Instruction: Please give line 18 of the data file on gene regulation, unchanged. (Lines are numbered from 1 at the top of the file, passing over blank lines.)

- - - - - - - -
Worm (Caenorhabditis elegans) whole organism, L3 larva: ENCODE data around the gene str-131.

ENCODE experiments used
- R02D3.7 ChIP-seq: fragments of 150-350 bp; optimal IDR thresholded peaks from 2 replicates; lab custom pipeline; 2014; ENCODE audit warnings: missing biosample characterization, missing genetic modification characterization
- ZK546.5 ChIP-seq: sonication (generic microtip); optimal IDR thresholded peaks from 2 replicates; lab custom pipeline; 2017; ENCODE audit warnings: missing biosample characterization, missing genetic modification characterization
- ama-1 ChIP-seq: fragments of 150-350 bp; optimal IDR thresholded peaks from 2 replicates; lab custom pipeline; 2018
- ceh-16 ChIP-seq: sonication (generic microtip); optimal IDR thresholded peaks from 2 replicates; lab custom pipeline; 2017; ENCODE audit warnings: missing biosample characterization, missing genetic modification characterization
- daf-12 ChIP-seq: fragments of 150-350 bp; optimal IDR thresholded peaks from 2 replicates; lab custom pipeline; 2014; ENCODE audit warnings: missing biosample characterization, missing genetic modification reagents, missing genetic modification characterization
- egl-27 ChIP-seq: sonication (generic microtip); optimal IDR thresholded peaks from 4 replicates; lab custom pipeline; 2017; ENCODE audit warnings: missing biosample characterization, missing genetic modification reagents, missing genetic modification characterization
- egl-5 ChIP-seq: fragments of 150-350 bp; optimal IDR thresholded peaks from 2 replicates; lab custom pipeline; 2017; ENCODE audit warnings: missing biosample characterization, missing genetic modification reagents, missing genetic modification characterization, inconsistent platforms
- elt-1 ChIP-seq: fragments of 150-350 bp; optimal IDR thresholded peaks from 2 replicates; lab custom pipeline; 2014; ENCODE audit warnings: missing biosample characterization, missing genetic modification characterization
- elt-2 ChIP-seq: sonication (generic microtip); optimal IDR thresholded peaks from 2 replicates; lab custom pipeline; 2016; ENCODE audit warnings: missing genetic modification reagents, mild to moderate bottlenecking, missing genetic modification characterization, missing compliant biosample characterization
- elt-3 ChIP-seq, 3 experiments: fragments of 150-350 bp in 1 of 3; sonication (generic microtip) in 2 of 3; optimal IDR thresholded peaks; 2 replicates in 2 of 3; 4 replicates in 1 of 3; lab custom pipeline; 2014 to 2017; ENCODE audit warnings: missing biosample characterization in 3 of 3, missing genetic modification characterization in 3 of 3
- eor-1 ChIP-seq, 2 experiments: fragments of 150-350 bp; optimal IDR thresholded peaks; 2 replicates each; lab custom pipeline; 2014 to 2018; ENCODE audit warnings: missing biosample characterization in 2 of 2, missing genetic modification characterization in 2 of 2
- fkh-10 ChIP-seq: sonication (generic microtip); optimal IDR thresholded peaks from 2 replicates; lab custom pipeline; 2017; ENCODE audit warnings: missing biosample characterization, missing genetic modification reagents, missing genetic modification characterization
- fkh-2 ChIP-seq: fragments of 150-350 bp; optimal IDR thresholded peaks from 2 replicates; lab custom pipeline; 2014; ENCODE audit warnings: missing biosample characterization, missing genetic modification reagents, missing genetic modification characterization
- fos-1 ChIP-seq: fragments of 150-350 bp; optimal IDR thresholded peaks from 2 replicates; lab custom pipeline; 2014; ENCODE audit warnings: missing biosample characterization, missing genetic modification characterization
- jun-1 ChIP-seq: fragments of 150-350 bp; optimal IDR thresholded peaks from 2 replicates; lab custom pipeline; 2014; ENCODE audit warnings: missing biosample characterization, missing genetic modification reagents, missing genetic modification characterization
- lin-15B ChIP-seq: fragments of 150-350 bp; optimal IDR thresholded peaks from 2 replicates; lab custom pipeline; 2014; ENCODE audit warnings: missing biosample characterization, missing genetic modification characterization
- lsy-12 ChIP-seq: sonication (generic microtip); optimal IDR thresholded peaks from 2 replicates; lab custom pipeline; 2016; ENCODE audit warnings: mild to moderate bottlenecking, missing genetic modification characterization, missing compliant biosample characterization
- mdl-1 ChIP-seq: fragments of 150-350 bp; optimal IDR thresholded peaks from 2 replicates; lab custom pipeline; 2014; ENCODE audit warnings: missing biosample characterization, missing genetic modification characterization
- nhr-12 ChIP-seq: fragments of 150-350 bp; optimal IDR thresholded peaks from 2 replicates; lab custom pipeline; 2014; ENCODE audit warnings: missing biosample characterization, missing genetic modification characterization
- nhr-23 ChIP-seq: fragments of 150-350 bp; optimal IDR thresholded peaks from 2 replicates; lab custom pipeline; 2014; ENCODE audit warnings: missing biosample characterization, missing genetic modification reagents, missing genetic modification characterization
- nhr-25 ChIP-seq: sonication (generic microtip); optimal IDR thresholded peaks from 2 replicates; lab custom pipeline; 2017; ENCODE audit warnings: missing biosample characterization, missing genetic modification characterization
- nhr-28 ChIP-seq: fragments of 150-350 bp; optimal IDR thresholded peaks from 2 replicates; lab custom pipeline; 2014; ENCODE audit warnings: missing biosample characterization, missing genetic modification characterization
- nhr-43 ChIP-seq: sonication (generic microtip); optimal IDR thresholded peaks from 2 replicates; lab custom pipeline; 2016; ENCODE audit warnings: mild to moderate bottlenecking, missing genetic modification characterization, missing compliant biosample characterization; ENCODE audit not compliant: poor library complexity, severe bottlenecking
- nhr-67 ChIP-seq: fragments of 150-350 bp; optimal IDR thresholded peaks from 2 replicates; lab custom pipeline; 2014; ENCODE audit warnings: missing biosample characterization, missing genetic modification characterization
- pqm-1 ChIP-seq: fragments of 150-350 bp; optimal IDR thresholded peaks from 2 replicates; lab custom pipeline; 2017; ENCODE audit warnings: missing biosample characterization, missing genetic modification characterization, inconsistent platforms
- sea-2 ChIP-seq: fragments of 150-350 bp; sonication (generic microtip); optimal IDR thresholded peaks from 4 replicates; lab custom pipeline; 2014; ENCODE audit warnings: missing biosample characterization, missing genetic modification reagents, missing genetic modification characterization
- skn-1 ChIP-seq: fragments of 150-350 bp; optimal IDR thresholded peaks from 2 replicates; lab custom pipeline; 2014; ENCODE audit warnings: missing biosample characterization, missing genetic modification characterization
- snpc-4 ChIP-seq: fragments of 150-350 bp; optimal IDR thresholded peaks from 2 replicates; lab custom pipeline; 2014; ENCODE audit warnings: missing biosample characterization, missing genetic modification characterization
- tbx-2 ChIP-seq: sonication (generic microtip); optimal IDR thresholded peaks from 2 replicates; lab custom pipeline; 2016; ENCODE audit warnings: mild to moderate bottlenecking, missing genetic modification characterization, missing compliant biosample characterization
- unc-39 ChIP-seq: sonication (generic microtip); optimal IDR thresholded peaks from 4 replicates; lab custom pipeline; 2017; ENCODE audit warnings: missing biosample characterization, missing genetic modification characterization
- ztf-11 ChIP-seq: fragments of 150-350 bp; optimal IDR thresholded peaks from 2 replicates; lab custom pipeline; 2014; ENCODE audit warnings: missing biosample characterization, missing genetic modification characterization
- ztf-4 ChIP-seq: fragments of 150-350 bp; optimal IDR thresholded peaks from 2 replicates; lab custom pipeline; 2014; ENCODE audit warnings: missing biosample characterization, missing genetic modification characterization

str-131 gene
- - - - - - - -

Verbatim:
- lin-15B ChIP-seq: fragments of 150-350 bp; optimal IDR thresholded peaks from 2 replicates; lab custom pipeline; 2014; ENCODE audit warnings: missing biosample characterization, missing genetic modification characterization